What began with a simple game of Dungeons & Dragons has evolved into a blossoming Indie dev in the Toronto gaming community known as Wind Jester Games. They may be relatively unknown to the world now, but with the upcoming release of their strategic card game, Grid Legion Storm, they hope to achieve success and mark their territory as a capable eSports game developer. The story of how the studio reached this point began in 2005, when Lead Designer and Founder, Fernando Restituto, was still in high school.
“I was running a D&D campaign and my players kept wanting to build armies and fight in these large scale wars that would require tons of dice rolls,” said Restituto.
“Eventually I couldn’t keep tricking them into avoiding these massive battles so I started designing new gameplay systems to manage them. That’s how I got started designing a series of battle systems which would eventually evolve into Grid Legion.”
Grid Legion remained a concept in Restituto’s head for a couple years following those games. As his friends broke away from each other to pursue post-secondary education, Restituto began to feel depressed and gloomy. Unaware of what he wanted to do with his future, he started learning how to program and design videogames in his spare time while also working part-time jobs. Once the Xbox marketplace opened up the ability for anyone to publish their own game on the platform, Restituto had a new goal in life and began his journey as an independent developer excited to sell his creations to the public.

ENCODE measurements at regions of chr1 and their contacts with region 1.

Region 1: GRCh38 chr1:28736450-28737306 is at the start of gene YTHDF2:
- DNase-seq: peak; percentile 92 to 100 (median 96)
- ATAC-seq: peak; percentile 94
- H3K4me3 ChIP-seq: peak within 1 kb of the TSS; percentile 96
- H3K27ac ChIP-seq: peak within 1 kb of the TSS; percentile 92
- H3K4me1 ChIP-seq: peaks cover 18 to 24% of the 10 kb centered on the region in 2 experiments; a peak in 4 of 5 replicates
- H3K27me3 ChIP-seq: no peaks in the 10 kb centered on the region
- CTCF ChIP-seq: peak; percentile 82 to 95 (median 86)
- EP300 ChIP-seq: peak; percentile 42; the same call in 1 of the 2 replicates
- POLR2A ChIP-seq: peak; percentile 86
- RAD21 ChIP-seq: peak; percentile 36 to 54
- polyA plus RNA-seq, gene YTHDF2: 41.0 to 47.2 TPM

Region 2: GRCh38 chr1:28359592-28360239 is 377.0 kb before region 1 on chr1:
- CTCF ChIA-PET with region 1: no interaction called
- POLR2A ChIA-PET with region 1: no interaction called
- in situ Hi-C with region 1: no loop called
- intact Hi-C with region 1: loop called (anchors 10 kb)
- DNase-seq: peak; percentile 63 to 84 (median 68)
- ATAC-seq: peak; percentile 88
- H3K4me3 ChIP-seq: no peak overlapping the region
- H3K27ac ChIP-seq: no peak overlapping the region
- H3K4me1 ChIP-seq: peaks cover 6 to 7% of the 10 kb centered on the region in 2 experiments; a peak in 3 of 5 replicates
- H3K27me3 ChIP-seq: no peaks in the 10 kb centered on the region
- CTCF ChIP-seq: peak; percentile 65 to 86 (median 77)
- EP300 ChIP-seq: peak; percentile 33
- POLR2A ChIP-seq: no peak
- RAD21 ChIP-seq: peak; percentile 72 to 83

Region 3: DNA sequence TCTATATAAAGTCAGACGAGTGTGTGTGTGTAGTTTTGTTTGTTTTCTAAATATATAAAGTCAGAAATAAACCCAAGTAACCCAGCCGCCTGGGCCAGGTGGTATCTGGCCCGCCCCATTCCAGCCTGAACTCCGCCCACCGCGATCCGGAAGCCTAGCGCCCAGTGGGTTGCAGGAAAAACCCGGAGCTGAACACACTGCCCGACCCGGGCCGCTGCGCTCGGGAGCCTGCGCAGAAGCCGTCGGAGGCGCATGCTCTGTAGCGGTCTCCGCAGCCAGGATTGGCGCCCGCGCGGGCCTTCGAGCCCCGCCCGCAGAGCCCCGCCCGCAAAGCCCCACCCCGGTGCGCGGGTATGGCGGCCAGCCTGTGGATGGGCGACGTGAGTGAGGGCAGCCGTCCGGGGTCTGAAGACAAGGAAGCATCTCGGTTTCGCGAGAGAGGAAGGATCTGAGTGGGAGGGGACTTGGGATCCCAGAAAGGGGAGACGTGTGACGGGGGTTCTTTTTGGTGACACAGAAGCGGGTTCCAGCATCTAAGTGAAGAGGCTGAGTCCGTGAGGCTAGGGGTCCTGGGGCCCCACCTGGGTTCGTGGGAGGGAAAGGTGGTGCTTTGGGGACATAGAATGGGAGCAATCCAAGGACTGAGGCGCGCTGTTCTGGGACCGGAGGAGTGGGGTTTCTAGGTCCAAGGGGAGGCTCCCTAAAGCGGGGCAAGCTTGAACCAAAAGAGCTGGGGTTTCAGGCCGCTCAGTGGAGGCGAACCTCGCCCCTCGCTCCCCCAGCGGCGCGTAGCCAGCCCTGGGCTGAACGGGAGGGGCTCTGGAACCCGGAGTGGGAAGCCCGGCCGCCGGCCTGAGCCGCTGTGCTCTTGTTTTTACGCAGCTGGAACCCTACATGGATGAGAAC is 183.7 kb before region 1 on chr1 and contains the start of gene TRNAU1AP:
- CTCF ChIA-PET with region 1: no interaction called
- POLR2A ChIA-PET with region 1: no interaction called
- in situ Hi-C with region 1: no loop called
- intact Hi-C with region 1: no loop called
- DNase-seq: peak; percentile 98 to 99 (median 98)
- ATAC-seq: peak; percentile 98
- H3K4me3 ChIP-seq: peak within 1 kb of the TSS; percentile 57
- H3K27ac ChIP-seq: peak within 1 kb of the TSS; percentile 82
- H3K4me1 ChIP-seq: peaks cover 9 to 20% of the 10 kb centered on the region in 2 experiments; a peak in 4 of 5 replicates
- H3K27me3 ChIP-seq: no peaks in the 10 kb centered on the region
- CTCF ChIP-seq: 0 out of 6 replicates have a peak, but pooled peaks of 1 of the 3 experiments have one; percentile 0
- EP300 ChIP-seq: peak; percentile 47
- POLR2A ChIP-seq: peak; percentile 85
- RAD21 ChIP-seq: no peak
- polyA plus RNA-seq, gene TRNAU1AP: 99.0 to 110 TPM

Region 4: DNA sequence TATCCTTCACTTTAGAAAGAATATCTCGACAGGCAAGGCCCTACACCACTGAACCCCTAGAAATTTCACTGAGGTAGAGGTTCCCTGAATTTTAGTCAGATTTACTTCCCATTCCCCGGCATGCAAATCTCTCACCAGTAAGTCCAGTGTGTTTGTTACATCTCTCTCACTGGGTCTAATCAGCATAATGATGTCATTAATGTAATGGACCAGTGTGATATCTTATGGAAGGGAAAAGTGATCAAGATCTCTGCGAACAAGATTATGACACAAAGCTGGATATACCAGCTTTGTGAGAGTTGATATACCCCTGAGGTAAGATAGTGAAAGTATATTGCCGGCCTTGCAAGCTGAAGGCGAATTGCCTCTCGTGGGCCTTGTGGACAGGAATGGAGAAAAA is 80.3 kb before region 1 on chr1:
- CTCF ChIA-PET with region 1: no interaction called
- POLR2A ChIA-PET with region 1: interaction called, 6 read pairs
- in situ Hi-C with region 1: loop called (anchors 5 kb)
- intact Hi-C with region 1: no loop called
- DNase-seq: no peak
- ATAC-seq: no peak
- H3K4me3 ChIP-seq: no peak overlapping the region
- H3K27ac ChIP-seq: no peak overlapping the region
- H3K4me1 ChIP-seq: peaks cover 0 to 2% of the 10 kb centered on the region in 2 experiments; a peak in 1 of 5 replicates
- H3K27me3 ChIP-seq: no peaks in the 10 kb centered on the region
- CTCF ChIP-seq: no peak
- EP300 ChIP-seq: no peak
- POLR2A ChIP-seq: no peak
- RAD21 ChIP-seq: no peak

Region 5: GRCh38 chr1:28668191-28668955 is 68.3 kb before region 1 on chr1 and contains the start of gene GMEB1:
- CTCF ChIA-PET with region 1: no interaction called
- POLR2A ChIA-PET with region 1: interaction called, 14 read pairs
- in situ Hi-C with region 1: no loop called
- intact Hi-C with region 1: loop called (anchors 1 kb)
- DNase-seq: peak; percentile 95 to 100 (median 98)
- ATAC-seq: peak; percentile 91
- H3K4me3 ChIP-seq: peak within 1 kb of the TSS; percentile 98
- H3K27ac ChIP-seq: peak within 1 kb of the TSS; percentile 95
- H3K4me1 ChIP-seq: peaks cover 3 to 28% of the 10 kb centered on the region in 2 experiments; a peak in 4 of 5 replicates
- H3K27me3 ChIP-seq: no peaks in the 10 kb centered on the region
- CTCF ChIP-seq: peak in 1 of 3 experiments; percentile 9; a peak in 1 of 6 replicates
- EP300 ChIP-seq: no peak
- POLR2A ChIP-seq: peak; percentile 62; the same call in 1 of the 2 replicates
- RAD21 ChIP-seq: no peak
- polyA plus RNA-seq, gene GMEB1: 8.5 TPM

With the idea still fresh in his head from his days as a Dungeon Master, Restituto began to build off of his old battle systems and create his own original game. He also started to incorporate elements from some of his favourite games, including Starcraft and Magic: The Gathering. In 2011, the first build of Grid Legion was released on Xbox Live Arcade.
“The differences between our latest version of Grid Legion and the Xbox Live version are night and day,” said Restituto.
“It was hard to learn, limited in its gameplay depth, and visually weak, but people still seemed to like the core design and so it sold a little. It was a crappy first iteration with a ton of flaws, but the objective was to get as much feedback as possible.”
As the game received the updates needed to support its players, the XBLA version of Grid Legion continued to pick up steam and players who purchased the title or tried out the free demo began to leave feedback about their experience. People enjoyed what Grid Legion was developing into, but with the coming end of Xbox Live Arcade, Restituto knew that the game had much more to offer if he started from scratch. After reconnecting with his old friends and partnering with two artists from the Toronto Indie scene, Restituto solidified his new design team and studio with the creation of Wind Jester Games.
“We replaced a bunch of graphics, made a ton of new graphical systems and polished the visual aesthetic in ways I hadn’t even thought of previously,” said Restituto.
“Grid Legion is a complex game, but it really makes a lot of things visually intuitive in a clean and appealing way.”
Knowing that the title would be constantly evolving over its lifetime, the team considered multiple ways to introduce the game and build up hype for release. While Indiegogo and Kickstarter were considered in their initial plans as a way to crowdfund the project, the final decision was to market Grid Legion as an Early Access title on Steam’s Greenlight platform and take advantage of that platform’s resources. After being greenlit, Wind Jester Games went into full design mode and began refining the competitive gameplay of Grid Legion.